As always, the UK’s politicians have only one consistent mantra: “remove lightness and add complexity.”

  • Sean Baggaley

    There’s no point re-opening Uckfield-Lewes, or electrifying Ashford – Hastings, until the major capacity issues closer to London have been resolved. 

    I’m also not sure if Ashford-Hastings can be electrified using third-rail: as I understand it, any “new” electrification project is requires to use OHLE, which could require major surgery to some of the tunnels.

    BML2 might happen. Or it might not. Either way, it’s not going to be cheap, and it’s clearly not appearing in the next HLOS, so, for the next seven years or so at least, it ain’t happening.

  • Mike

    All very true. The lack of projects like Lewes – Uckfield shows that this is indeed a much more modest programme than it pretends to be. Had this line not be needlessly closed in 1969, it would today be a busy electrified route serving London and the South Coast.

  • padav

    Jimmy Savile was wrong. This is the age of the train, rather than the late Seventies/early Eighties when he was the face of British Rail advertising and immortalised that slogan.

    Yup, and Christian Wolmar was also plain wrong when he asserted (several times), in these very columns, that HS2’s headline construction budget would starve the Classic Line network of vital investment funding – don’t suppose there’s any chance of a grovelling retraction Mr. Wolmar?

    Sean Baggaley’s erudite comments below sum up much of the hype surrounding HS2 and the furore over its alleged “cost” to the Nation?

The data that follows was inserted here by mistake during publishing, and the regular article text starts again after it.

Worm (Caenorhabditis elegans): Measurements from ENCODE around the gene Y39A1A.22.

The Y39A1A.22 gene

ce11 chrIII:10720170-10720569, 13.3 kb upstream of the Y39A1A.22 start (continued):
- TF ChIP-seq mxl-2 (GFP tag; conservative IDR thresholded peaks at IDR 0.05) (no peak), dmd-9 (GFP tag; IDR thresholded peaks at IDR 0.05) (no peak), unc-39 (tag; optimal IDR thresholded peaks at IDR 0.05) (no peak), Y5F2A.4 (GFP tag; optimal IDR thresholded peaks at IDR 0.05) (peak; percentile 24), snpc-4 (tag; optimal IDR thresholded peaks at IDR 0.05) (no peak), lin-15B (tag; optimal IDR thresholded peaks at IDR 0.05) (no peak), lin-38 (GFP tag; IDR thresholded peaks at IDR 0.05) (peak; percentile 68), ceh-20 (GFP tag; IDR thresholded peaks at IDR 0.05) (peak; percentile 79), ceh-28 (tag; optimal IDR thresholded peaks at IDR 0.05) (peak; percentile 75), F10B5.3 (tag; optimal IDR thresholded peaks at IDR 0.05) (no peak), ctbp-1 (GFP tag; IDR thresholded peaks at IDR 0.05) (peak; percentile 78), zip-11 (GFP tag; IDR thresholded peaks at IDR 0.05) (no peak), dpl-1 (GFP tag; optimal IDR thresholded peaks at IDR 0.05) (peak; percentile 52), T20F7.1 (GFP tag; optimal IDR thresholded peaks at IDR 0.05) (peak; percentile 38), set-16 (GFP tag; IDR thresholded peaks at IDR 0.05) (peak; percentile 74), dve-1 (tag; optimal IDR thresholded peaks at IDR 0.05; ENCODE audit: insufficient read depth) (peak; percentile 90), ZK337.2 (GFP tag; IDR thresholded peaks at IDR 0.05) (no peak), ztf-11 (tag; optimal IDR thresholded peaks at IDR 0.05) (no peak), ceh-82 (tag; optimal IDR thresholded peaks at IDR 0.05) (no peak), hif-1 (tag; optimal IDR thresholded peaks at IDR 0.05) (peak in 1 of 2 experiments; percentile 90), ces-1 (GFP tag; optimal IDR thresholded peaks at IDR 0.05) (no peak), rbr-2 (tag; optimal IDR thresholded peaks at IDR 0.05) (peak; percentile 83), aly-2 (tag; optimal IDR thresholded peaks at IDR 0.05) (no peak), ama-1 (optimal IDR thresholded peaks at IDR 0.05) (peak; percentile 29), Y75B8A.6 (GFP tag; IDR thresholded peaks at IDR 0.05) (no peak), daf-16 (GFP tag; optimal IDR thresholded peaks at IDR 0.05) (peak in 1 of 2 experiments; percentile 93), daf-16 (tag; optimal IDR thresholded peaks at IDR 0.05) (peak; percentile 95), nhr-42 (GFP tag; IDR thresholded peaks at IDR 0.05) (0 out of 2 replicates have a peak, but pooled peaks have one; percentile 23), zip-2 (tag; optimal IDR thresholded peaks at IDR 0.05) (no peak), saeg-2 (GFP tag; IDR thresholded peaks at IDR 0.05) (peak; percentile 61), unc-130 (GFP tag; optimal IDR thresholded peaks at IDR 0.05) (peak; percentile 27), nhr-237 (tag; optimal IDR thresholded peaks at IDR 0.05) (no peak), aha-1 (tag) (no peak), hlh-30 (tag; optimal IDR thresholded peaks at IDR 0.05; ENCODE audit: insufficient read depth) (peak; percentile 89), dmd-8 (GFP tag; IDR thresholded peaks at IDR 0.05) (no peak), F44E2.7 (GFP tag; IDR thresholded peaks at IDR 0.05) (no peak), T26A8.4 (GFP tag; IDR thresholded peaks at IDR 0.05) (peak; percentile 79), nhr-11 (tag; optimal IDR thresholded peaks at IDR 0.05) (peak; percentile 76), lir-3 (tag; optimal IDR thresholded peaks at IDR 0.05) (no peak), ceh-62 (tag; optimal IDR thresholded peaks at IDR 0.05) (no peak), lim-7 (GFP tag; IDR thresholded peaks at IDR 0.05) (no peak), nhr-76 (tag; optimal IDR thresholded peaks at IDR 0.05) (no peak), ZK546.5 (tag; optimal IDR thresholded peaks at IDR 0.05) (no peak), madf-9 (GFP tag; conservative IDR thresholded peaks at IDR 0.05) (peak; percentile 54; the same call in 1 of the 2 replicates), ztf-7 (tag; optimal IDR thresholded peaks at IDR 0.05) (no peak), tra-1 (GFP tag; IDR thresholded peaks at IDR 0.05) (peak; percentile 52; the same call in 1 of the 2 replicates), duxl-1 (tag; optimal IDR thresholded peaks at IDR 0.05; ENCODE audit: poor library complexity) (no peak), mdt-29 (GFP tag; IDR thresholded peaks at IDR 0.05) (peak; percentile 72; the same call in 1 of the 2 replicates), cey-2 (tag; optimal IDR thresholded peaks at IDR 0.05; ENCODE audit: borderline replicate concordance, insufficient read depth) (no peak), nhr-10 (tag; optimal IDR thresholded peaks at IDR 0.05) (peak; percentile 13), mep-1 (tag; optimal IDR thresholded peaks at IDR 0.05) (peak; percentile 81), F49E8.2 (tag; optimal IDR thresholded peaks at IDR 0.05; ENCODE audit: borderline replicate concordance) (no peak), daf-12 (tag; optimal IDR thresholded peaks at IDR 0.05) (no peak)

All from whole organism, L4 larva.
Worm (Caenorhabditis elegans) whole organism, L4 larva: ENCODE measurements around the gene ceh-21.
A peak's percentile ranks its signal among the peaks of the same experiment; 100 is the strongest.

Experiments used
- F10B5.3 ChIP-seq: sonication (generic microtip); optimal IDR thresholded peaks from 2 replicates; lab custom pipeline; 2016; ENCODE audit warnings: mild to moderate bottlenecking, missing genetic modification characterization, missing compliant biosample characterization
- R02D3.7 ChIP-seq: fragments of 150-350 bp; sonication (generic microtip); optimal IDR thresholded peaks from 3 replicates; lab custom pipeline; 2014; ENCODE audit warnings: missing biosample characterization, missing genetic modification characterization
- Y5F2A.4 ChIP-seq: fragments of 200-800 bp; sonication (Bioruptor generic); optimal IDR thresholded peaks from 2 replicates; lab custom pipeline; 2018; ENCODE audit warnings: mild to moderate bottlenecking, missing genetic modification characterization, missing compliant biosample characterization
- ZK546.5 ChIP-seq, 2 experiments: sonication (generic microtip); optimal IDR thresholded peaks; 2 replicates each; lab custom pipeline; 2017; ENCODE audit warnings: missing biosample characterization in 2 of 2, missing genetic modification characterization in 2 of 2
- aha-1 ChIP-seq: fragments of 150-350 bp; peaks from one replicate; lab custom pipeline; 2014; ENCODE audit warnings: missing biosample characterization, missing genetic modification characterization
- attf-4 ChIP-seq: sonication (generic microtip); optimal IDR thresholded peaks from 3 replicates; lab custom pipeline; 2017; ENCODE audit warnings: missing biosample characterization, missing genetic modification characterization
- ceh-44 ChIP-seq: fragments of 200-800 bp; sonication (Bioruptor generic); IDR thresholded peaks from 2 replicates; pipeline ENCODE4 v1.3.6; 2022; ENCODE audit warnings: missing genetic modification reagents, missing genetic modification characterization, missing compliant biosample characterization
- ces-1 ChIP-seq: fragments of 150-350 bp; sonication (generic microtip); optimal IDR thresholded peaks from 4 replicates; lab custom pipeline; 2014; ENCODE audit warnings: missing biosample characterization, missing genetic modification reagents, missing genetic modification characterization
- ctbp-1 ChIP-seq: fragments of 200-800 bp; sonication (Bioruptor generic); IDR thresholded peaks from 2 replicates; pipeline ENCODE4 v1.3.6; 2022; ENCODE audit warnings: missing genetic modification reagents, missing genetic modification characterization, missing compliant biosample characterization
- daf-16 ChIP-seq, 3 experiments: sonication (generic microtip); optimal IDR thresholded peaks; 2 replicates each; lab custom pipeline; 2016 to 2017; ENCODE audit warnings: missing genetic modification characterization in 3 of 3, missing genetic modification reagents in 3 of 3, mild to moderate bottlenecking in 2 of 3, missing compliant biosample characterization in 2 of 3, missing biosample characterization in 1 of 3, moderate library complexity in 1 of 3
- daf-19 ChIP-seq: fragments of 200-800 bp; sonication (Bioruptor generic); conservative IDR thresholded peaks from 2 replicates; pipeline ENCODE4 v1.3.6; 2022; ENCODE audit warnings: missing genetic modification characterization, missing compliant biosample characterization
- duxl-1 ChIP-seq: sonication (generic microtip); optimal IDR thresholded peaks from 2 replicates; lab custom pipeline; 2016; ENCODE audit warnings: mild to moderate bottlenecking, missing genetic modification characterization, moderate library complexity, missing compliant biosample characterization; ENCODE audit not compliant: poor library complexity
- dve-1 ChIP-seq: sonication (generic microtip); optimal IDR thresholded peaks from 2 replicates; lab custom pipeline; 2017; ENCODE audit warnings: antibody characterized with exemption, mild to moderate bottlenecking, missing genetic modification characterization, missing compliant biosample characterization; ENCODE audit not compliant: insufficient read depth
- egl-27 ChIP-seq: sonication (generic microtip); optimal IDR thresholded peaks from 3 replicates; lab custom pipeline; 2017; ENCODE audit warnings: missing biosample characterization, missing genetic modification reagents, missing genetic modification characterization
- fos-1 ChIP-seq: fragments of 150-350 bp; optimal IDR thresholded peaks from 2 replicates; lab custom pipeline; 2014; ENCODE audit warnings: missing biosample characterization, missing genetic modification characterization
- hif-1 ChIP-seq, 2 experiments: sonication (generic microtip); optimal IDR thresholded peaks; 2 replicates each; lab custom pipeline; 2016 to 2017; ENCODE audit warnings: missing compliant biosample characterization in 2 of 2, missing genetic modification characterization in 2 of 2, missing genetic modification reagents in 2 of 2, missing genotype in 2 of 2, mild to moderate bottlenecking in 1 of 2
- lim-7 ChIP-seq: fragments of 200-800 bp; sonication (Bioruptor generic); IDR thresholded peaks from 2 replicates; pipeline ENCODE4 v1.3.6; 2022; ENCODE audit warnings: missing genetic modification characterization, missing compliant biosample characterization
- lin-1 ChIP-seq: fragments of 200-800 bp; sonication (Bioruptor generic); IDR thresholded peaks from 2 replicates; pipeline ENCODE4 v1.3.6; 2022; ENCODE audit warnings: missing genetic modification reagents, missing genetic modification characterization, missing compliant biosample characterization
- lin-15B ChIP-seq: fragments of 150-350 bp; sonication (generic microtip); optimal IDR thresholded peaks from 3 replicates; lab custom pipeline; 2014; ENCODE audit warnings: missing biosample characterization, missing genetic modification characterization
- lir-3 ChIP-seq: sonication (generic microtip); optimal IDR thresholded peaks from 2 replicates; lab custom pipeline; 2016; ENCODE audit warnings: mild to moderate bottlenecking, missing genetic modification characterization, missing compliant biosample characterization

Currently there seems to be a rash of commentary surrounding the fabled BCR figures for HS2 but this is really a red herring – either you support the notion of a properly funded railway system or you don’t – Railways cannot by their very nature operate in the conventional commercial world and make sense – the timescales and budgets involved are simply too large.

    So, if your parameters for sound investment are limited to projects with minimised risk exposure and shortish (less than 5 years) payback horizons, rail will never offer an enticing prospect – this, essentially political, disposition dictates that those opposed to investment in rail infrastructure will always be able to demonstrate seemingly more attractive options for investment in the transport sector – a private toll funded eight lane motorway will, for example by its very nature, provide an inherently less onerous burden on the public
    purse using standardised conventional commercial criteria – whether or not it represents a good long term investment for UK PLC is another matter entirely.

    HS2’s relatively poor BCR is therefore driven by two principal factors;
    1. Its relatively massive headline budget
    2. The intangible and therefore indefinable and largely unmeasured values attached to its beneficial long-term properties

    There is nothing we can do about the latter aspect because these are effectively politicised interpretations and depend on your individual viewpoint (see above)

    There is of course a great deal we can about the former but the lasting legacy of the anit-HS2 brigade’s antics (which Mr.Wolmar has done much to encourage) is the manner in which they have succeeded in distracting public scrutiny from the former – this is where it gets interesting of course because those in the
    naysayers camp have nothing to gain from bigging up discussion of the relatively large costs of HS2 compared with other projects on the other side of La Manche – that’s why you hear not a murmur of debate from anti-HS2 activists about the detailed prospects of programmes such as the LGV Sud-Est Atlantique, a 302km extension of the existing LGV network. A deal to finance this new line was signed up last year, total agreed cost for this project is 7.8bn€ or well under £7bn at today’s rate of exchange.

    We know that agricultural land in Britain costs approx 4 times its equivalent French counterpart and the tagging on of Euston’s complete rebuild as HS2 London terminus has inflated overall costs courtesy of expensive tunnelling under city centre London but despit these factors the £32bn (includes Treasury optimism bias) estimated costs of HS2’s complete Y network should still be coming in closer to £20bn – not well north of £30bn!!!